Tuesday, March 12, 2019

is that love?

Last week my local Arkansas State Senator proposed a change in Arkansas state law that would have given white folks with guns the right to shoot and kill unarmed black children and teenagers if they "felt" threatened whether they were actually threatened or not.

"He got out his cell phone, your honor, and I thought it might be a gun."

The legislation would have given adrenaline charged white folks the right to "stand their ground." Another State Senator in committee was pushed to the point of outrage, over fear that the change in legislation would put her own son and the children of her constituents in even greater danger.

My local legislator was outraged by his opposing legislator's outrage and threatened to file complaints against her behavior. I emailed him to express my concern at his failure to grasp the depth of the situation and to urge him to put himself in her position. In response, he claimed that she should have been calmed my his verbal assurance that "he loved her."Does anyone have a fully functioning meter to measure BS? My own meter was buried in red.

Love, if it's to be believed is never expressed in words alone. In fact, when a child invests in the making of useful beauty, the child is practicing what it takes to be woven into the fabric of community life. When the parent receives gifts made by that child and responds with grace and admiration, threads are made whole.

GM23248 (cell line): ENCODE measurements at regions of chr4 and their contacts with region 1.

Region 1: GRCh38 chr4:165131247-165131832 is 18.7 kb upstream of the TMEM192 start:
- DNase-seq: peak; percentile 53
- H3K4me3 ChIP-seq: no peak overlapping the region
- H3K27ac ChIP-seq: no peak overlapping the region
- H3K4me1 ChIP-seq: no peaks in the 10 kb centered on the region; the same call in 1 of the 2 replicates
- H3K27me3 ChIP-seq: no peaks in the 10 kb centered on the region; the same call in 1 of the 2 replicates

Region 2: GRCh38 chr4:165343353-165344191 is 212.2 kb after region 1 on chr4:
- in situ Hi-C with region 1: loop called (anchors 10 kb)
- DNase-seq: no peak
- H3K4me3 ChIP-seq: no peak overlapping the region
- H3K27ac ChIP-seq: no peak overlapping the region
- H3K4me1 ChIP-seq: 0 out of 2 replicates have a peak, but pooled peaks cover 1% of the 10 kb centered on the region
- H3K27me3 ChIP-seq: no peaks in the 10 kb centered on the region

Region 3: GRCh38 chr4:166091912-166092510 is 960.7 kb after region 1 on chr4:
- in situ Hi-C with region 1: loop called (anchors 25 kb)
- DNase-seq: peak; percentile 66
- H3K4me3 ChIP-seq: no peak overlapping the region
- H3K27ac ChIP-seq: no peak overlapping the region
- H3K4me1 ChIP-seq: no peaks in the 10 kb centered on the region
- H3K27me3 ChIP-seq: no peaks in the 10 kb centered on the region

Tim Holton had written to David Brooks of the New York Times, urging him to read a couple posts from this blog. Tim was inspired to write David by a piece David had written in the New York Times about weaving and the construction of "radical mutuality". https://www.nytimes.com/2019/02/18/opinion/culture-compassion.html We all share in the responsibility to reconstruct the fabric of community life. Tim had written to David(in part):
"The essence of Doug's message here is that the actual fabric that manual labor provides society is no mere metaphor for the social fabric, but the very substance of it. Nothing significant is ever made without the purpose of serving others, without the maker having in mind, and having in his or her heart, the needs of others. That, I believe, is the real root and basis of “radical mutuality,” as you call it. More than anything, it has been by degrading and denigrating manual labor (and steering our children away from it, as Mr Stowe’s work as a teacher emphasizes), that we have shredded the social fabric. Before the thing that we call “love” becomes a feeling, a sentiment, it is a deed."
And so I go back to our local Arkansas State Senator. How can he say "I love" someone without loving her son by protecting his life? How can a person represent the people of Arkansas while putting some of us at greater risk, black or white? Are black kids the only ones killed by adrenaline charged gun wielding fearful fools? I cheer the State Senator who stood up in committee and insisted on being heard.

Yesterday in the wood shop at the Clear Spring School, we nearly finished the bridge connecting our athletic field with the new Hands-on Learning Center. My students first through 4th grades made wooden hammers, and my upper middle school students worked on the lathe. The photo shows a first grader using a plane to shape his hammer handle. They must work, but also observe and reflect. And when one student mentioned the physical work we do in wood shop, she pointed to her head.

Make, fix, and create as though the fabric of society depends upon it. It does.

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